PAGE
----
By Gareth Iacobucci
The GMC has warned ministers that the Government’s plans to slash NHS management costs and scrap PCTs must not be allowed to derail the preparation for revalidation.
In its response to the Government’s NHS white paper, the regulator said the NHS had already made ‘considerable progress’ in delivering strengthened appraisal and clinical governance ahead of revalidation, but warned this could be jeopardised if resources are stretched too thinly.
The response calls for urgent clarification on where responsible officers will sit when PCTs are abolished, and warned that GP consortia would need to develop skills beyond that of many doctors on their register in order to carry out their new responsibilities.
A recent Pulse investigation showed that more than 90% of trusts were toughening up GP appraisal systems in an attempt to satisfy the requirements of revalidation.
But the GMC said it was imperative this process was not endangered by the cuts to management budgets and the abolition of PCTs.
Its response says: ‘Not least among these changes [in the white paper] is the very substantial reduction in management costs.’
‘It is important that this is done in such a way that the NHS is able to continue with the considerable progress that has already been made around embedding appraisal and clinical governance and to ensure the effective and proportionate introduction of medical revalidation which will make a significant contribution to ensuring even higher standards of patient safety.’
GMC chief executive Niall Dickson said: ‘If you remove PCTs from the scene, you have to replace the medical director, who is likely to take on the responsible officer role, with some other model.
‘All we are saying is, we need a solution to this. We want to ensure there is a responsible officer that can take on all responsibilities for clinical governance. At the moment, we don’t know what it will look like.’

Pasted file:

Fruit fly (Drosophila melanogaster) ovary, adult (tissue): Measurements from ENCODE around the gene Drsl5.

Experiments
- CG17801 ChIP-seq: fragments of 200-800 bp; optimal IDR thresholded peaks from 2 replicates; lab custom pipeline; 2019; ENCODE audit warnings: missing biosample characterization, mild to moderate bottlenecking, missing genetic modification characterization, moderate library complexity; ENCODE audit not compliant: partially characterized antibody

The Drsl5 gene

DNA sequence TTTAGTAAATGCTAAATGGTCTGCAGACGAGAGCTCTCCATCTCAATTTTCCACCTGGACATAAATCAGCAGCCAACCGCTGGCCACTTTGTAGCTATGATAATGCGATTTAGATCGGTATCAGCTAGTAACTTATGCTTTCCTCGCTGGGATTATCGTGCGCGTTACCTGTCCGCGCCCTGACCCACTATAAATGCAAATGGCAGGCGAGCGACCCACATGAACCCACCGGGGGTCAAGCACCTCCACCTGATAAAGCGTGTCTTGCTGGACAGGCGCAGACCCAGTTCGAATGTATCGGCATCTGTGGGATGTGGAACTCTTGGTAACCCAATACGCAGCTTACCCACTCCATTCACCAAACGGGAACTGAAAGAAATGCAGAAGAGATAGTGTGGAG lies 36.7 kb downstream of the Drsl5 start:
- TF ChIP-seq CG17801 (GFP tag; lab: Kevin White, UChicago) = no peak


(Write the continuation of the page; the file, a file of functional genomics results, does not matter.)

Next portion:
The GMC’s response also raises concerns about plans to reduce the Government’s responsibility to oversee education and training for NHS staff, and said it was vital to ensure that functions ‘remain robust’.
It says: ‘The proposals potentially raise important issues of patient safety and the quality of care expected from doctors and we are keen to continue to engage with the Government to ensure that the new arrangements lead to improved standards.’
In a separate move, the GMC has also announced plans to set up two new teams to support and provide advice to GPs and employers ahead of revalidation.
The first team of employer liaison officers, who will supersede the role of GMC affiliates, will support medical directors, and eventually responsible officers, throughout the UK, offering specific guidance on revalidation and doctors’ fitness to practise.
The second will provide regional support in England to postgraduate deans, medical schools, LMCs and others, replicating the GMC’s existing regional offices in Scotland, Wales and Northern Ireland.
The teams, which are to act as the GMC’s ‘eyes and ears’ around the country, are being set up to establish better links between the GMC and its key contacts.
The GMC has warned that NHS management cuts must not be allowed to derail revalidation plans The GMC has warned that NHS management cuts must not be allowed to derail revalidation plans